Italian Stuffed Artichokes

The roadside stand that we stopped at on our way back home this weekend had nice big artichokes that I was able to nab for this lovely dish. The very first time I had an artichoke was in my foreign language class back in high school. At the time, I thought that I would probably end up in veterinary school, so I was taking Latin. One of our projects was to bring in food from ancient Rome. Being an over achiever, I brought in a yeast risen semolina bread from a recipe that was supposedly from the ancient Roman empire. Now, I would be pretty suspicious of any recipe touting itself as “ancient” and calling for rapid rise  yeast granules, pretty sure that is not how ancient Romans went about making bread, but at the time, no eyebrows were raised.

My friend brought in steamed artichokes with drawn butter and lemon juice. Dipping the leaves into the unctuous butter and acidic lemon, then drawing them across my teeth, those sparks ignited in my food memory bank, what a yummy combination. Bringing home artichokes this weekend, I wanted to go few steps further and stuff the leaves with a highly spiced bread mixture.

Luckily, I keep homemade croutons stocked in my kitchen at all times. The fatty element I chose was olive oil and the acidic element was red wine vinegar. The croutons absorb the vinegar and olive oil to make a light flavorful stuffing. These can be prepared a day ahead and gives the seasonings enough time to blend and the cook enough time to be relaxed on the day that they are served.

Italian Stuffed Artichokes

Italian Stuffed Artichokes
Italian Stuffed Artichokes

4 medium to large artichokes

1 cup water plus additional for steaming

4 cups croutons, crushed into fine crumbs

5 tablespoons red wine vinegar

1/2 cup fresh flat leaf parsley, minced

1 teaspoon fresh lemon juice

2-3 tablespoons extra virgin olive oil

Cut off the stem flush with the base and cut of the top one third (the prickly leaf ends) of each artichoke. Pour water to a depth of about 3 inches into a large pot or deep pan, place a steaming rack in the bottom of the pot or pan and bring the water to a boil over high heat. PLace the artichokes, stem end up, on the rack. reduce the heat to medium, cover and steam until the base of the artichoke offers little resistance when pierced with the tines of a fork, about 30 minutes. The timing will depend on the size and maturity of the artichokes.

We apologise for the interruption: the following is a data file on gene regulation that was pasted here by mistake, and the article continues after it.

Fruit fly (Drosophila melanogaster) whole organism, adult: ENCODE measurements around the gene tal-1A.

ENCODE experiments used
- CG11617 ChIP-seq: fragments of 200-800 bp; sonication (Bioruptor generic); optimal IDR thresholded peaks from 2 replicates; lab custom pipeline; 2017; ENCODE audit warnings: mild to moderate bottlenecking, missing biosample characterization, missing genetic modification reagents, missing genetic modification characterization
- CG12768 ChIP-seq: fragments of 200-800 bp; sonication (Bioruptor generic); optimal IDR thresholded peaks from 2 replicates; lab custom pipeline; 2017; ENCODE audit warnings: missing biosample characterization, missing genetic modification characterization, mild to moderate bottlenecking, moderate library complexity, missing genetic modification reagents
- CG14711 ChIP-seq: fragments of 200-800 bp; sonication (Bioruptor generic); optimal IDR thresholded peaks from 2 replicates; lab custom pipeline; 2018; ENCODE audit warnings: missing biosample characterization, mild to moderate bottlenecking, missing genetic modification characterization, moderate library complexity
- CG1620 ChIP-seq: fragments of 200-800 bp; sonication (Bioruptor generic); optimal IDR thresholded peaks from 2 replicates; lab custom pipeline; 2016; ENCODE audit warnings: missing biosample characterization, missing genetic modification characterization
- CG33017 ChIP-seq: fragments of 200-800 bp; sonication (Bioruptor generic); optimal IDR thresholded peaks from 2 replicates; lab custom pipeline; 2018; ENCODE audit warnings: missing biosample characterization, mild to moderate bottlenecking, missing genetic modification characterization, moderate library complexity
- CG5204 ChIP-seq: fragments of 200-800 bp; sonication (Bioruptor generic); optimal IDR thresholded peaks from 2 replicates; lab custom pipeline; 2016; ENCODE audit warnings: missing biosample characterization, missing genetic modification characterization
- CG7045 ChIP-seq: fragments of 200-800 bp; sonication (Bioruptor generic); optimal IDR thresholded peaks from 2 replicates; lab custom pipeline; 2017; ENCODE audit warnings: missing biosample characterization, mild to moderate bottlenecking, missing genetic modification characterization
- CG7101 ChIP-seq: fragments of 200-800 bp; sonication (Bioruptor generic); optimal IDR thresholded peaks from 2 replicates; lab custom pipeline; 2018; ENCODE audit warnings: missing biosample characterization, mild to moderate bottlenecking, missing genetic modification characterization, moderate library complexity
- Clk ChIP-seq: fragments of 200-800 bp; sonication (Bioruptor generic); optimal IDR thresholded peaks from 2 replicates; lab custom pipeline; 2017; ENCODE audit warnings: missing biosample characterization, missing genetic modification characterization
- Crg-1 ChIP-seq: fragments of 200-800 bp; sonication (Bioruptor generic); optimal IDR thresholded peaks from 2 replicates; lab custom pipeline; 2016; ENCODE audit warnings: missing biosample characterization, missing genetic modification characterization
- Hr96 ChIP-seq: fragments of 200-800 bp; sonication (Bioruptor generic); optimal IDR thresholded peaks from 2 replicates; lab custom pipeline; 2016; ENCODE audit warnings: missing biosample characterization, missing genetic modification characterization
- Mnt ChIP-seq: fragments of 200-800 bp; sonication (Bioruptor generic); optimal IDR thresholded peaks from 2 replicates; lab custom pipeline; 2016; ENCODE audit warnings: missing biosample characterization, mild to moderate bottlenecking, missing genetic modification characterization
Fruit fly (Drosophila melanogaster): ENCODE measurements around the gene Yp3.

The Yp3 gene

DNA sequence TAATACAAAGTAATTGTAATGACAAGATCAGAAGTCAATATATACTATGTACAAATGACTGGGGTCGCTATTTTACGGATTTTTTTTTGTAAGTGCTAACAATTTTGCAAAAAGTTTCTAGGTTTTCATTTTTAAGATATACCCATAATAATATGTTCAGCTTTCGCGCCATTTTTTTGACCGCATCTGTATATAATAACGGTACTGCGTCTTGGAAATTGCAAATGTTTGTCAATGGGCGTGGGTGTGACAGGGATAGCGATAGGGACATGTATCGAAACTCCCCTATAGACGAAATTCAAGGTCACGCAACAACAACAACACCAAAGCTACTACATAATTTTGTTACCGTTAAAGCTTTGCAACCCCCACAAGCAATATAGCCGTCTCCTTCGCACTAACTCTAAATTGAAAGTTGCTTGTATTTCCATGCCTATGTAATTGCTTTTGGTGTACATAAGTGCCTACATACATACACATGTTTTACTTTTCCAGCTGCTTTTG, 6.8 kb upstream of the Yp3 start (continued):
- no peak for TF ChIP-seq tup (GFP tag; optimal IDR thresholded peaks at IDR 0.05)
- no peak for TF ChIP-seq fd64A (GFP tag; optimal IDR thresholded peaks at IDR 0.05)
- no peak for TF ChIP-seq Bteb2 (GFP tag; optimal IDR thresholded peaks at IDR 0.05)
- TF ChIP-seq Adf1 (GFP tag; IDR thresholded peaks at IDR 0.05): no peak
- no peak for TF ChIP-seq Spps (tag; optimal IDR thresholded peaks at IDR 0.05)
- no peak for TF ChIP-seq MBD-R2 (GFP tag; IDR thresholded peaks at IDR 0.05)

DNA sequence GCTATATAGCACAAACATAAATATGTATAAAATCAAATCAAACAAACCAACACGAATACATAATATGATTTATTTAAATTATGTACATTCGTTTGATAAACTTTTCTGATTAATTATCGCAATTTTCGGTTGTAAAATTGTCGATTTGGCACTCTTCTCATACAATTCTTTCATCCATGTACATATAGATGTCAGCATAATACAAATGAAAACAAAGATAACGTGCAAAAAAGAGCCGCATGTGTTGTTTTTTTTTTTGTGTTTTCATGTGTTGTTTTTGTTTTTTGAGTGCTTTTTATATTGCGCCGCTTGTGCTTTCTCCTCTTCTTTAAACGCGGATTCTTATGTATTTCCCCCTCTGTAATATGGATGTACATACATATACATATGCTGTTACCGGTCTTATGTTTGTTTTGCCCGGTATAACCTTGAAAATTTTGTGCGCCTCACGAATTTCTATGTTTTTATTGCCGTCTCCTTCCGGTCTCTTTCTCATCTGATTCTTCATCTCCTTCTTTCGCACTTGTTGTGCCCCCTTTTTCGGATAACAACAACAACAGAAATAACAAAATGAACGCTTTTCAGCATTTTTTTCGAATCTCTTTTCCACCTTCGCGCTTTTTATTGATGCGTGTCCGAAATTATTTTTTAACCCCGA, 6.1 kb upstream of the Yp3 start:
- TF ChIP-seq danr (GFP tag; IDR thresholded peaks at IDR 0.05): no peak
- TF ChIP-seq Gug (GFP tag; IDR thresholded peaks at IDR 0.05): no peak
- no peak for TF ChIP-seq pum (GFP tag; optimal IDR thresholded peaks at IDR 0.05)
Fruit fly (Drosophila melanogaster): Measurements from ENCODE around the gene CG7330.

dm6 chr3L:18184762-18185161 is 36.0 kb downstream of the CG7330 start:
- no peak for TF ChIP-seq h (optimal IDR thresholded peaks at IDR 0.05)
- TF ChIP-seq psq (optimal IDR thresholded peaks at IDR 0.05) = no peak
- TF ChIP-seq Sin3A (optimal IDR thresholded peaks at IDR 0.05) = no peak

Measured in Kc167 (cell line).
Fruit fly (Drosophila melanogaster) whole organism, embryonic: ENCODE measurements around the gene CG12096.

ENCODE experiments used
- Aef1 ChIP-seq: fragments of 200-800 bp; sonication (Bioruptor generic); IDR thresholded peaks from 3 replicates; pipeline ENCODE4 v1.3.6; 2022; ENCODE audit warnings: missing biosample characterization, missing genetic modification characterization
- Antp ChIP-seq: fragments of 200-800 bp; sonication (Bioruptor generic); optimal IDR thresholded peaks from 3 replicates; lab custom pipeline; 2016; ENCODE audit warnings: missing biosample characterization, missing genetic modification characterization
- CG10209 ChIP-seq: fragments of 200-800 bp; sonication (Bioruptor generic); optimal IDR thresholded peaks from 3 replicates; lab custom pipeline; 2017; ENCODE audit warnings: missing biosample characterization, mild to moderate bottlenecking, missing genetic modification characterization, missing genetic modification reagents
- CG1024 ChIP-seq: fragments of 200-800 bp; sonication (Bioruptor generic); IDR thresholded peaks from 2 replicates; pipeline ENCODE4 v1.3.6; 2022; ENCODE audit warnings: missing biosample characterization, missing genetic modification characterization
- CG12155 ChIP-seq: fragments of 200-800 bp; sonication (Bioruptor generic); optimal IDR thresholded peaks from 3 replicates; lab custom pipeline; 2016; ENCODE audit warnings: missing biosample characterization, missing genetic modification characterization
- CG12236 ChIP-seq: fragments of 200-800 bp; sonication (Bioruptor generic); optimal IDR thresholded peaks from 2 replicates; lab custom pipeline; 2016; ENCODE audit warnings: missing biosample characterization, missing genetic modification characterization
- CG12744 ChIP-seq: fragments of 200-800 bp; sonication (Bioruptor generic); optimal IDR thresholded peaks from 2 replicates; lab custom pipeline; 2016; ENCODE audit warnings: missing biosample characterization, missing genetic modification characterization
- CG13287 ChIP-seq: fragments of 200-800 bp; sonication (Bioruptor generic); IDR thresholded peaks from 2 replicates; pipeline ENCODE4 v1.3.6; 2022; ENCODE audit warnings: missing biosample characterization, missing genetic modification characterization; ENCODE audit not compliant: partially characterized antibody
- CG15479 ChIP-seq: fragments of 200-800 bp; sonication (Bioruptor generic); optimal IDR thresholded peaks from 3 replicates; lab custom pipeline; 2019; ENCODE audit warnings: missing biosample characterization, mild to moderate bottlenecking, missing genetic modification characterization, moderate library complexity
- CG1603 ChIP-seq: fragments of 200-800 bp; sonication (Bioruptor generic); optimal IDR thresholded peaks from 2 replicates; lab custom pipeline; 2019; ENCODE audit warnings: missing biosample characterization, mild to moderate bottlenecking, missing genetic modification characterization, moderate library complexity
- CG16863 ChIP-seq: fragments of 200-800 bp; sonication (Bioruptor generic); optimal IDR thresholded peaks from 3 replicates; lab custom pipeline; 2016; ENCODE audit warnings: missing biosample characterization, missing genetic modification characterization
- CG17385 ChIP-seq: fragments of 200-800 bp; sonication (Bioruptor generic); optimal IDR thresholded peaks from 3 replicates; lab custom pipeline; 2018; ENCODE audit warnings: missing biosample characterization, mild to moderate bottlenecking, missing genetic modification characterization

Remove the artichokes from the steamer and set aside until cool enough to handle. Then, using a spoon, scoop out the central leaves from ech artichokeand remove the thistles and furry bits, to make a cavity about 1 1/2 inches wide. Set the artichokes aside.

In a bowl, combine the 1 cup water and the croutons. Stir to moisten the crumbs evenly. Let stand just long enough to soften the bread, anywhere from 15 seconds to several minutes, depending on how dry the bread is and how coarse the crumbs are. Squeeeze the crumbs dry and transfer to a clean bowl.

Add the vinegar and parsley. Taste and adjust seasoning with additional salt if needed. The mixture will appear fluffy but dense enough to hold it shape if squeezed into a ball.

Spoon stuffing into the hollowed out cavity of an artichoke. Pry back a layer of leaves and tuck stuffing at the base of the leaves. Repeat. The artichoke will expand like a flower.

Squeeze lemon juice over each artichoke and drizzle with olive oil. Eat immediately or cover the artichokes with plastic wrap and refrigerate for up to 8 hours, before serving. If you refrigerate, let stand at room temperature for 1 hour before serving.

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16 thoughts on “Italian Stuffed Artichokes

  1. That was a long time since I had this …. it was during me visit to Rome – feels like million years ago,- think it was 1980 – and a good friend took me to Castel Gandolfo, where the pope has his summer residence – and we had lunch a small and very plain restaurant – only time I had stuffed artichokes. It was delicious. Ages since I cooked an artichoke too. Like the read of this.

  2. This sounds wonderful – and thanks for the story about your Latin lessons, sound more fun than mine were.
    Years ago when i was in France I ate stuffed tomatoes and they were so delicious but I never could work out the filling and have never been able to replicate it… I think your stuffing recipe sounds very close, I must try it and find out if it’s the one!
    Thanks for this post!!

    1. THanks. Yes, this filling would be great to stuff tomatoes with. You could even add a little minced basil and some pecorino romano or parmigiano reggiano to the mix and that would be delightful for tomatoes.

      1. That does sound gorgeous – I’m sure what i ate would have had herbs; it was in the south of France so all those lovely Provencal flavours… mmmm, I’m making myself hungry!

  3. Can’t wait for affordable artichokes. I’ve never stuffed them before- but I think my guy would like it because he doesn’t eat much butter (really that’s his only fault!)

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